Meanwhile, old-timers "still put in a lot of hours, but the passion of the college kids isn't there," he wrote.
Absent initiating a stock buyback program to boost Microsoft's stock price, the writer recommends that Microsoft match Google's perks in its weak areas. For instance, he recommends making all food free on Microsoft campus.
"That single benefit gets people to work earlier because hot breakfast is served only until 8:30," he wrote. "And since dinner isn't served until 6:00 or 6:30 the people with a home-life tend to skip it."
In areas where Microsoft is already stronger than Google, it should further improve its perks. For instance, most Google developers have cubicles or "desks are literally in hallways because there's no room anywhere else," he wrote.
That contrasts with Microsoft, where most developers have their own office. To play to that strength, Microsoft should "loosen up" and allow employees to "have their office painted any color they want," he wrote.
The respondent also wrote that "Google has no facility for career growth. Microsoft has more, but could do better."
Goodenough liked the writer's suggestions, though he rated career development higher than free food.
"It is not as sexy, it is not as immediate at some other things he mentioned but it is what matters in the long run," he said. According to Goodenough, Microsoft has made "some really bad decisions" in the past several years restricting employee mobility.
"Staff hate this model and it restricts their ability to move, make their own choices and leaves them at the mercy of their immediate boss who may or may not be making decisions in the best interest of the employee," he said.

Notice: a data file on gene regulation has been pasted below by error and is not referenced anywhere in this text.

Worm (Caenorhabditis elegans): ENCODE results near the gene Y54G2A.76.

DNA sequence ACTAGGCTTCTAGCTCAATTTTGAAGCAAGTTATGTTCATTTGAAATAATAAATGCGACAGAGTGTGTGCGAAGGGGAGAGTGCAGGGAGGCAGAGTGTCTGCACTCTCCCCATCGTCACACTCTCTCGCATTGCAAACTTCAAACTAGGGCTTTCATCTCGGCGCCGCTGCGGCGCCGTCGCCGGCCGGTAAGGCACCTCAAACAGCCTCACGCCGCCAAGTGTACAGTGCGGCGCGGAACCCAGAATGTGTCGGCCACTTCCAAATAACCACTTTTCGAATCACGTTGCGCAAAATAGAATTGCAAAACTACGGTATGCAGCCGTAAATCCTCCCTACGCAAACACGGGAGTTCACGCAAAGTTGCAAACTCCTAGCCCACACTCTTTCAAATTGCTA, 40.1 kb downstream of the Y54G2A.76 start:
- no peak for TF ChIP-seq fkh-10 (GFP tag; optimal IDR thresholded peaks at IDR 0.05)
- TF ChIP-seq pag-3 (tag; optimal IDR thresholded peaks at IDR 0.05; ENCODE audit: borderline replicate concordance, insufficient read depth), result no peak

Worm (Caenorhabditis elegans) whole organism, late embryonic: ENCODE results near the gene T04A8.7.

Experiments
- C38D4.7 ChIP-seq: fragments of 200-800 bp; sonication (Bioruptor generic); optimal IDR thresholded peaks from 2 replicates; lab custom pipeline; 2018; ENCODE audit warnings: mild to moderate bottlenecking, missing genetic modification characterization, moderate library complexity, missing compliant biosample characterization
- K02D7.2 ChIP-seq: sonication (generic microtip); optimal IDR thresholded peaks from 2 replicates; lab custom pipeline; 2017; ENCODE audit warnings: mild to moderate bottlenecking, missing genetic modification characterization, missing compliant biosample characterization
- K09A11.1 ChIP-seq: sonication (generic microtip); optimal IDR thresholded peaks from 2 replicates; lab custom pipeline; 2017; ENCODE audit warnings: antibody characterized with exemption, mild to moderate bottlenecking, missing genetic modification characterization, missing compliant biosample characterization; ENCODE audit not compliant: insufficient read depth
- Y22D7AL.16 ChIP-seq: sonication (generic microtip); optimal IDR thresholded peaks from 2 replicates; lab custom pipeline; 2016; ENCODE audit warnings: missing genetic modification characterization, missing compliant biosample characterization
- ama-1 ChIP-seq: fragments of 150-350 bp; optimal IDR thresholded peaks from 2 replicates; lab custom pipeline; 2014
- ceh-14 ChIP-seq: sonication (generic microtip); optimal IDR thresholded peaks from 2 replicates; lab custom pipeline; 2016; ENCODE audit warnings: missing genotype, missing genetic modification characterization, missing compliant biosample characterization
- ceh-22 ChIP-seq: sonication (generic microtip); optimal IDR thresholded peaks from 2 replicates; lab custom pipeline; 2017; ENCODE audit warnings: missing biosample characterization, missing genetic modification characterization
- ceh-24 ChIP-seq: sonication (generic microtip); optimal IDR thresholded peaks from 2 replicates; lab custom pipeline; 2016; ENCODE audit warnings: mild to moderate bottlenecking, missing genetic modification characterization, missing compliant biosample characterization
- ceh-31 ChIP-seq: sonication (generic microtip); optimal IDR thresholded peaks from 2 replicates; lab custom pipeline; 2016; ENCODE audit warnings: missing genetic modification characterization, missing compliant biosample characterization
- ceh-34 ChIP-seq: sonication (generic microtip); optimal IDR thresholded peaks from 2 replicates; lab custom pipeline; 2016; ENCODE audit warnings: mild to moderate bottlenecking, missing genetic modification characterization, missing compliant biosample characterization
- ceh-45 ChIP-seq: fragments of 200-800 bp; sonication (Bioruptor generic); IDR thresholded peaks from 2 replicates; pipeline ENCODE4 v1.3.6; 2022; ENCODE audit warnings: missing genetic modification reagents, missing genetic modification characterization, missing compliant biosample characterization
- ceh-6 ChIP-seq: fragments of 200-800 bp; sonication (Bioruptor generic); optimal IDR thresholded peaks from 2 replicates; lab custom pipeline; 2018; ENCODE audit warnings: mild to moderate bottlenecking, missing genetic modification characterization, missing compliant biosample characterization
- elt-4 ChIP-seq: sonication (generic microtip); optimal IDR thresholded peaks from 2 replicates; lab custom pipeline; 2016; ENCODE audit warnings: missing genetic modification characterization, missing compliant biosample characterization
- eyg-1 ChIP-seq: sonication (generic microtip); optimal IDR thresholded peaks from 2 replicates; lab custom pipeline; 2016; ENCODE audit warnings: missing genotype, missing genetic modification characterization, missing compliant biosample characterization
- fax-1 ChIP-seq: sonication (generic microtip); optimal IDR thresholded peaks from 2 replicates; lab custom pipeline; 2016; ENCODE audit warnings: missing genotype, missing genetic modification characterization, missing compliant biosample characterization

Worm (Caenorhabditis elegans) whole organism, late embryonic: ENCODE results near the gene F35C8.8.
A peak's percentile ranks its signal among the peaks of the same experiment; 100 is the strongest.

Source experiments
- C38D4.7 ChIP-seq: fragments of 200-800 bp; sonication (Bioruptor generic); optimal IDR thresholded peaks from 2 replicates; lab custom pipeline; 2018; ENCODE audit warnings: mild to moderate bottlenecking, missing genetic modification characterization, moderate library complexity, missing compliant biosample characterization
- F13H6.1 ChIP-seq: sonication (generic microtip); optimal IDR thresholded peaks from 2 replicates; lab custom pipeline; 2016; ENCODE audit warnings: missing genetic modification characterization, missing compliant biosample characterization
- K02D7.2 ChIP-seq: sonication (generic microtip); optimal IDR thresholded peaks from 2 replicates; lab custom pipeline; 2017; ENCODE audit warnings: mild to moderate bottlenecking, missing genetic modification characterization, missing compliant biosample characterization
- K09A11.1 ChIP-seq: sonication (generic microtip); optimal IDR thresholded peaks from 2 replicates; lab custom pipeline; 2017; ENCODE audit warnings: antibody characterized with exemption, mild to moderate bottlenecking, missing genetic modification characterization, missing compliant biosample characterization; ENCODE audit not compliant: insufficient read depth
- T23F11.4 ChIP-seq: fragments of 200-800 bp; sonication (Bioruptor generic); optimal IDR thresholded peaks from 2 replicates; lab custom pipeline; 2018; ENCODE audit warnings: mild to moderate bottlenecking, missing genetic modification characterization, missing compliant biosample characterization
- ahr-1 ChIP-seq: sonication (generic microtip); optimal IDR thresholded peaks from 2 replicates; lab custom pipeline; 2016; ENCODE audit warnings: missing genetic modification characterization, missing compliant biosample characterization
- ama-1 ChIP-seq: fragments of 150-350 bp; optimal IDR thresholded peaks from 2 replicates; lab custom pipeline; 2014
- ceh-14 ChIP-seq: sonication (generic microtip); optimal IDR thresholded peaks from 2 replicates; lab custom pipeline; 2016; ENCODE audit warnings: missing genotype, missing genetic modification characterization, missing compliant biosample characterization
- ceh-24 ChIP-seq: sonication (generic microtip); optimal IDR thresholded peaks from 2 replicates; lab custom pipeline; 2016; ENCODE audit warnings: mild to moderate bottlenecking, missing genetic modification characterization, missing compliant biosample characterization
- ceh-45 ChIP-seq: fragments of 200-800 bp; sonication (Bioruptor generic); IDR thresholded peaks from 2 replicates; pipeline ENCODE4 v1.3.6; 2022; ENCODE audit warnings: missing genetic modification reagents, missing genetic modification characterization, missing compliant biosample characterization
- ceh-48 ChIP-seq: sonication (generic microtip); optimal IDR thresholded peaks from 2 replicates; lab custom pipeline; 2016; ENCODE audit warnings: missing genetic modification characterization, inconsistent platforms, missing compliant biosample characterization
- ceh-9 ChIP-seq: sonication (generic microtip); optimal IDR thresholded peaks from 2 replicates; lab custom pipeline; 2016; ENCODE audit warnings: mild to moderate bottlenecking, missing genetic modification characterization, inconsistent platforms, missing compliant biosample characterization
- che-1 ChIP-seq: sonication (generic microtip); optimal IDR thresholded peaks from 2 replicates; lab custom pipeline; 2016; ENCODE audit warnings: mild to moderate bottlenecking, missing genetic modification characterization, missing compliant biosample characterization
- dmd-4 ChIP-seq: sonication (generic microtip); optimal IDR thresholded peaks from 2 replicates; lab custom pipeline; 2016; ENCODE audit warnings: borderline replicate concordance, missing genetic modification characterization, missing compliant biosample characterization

Goodenough also said that Google's reported ratio of employees per manager is "really out of bounds."
"In the Google model you are pushed to essentially manage yourself," he said. "The net result of that is lack of direction, no feedback from a more experienced manager/worker, lots of emphasis on 'you should know how to do your job' without adequate direction. All the studies in this field say the things that motivate an employee most are pleasing the boss (hard to do if you cannot talk to them), being able to know or understand exactly what you are expected to do (hard to know in the Google model), having the resources you need to do the job assigned (hard to access if you are doing this as one of a hundred direct reports)."
By contrast, at Microsoft the issue is less under-managed workers, and more about wishy-washy management compounded by unclear communication.
"I find most of my Microsoft clients find that they don't really know the expectations for the delivery deadlines," Goodenough said.
Goodenough said the part of the blog that rang most true is how alike the Google of today is with Microsoft -- NOT the 2007 version, when it is accused of being a lumbering giant unable to deliver products like Windows Vista on time, but when Redmond was lean and hungry twenty years ago. And that Google will one day likely face the same challenges.
"I totally agree," Goodenough said. "Twenty years from now, Google...will essentially become the Microsoft of today. This is the norm."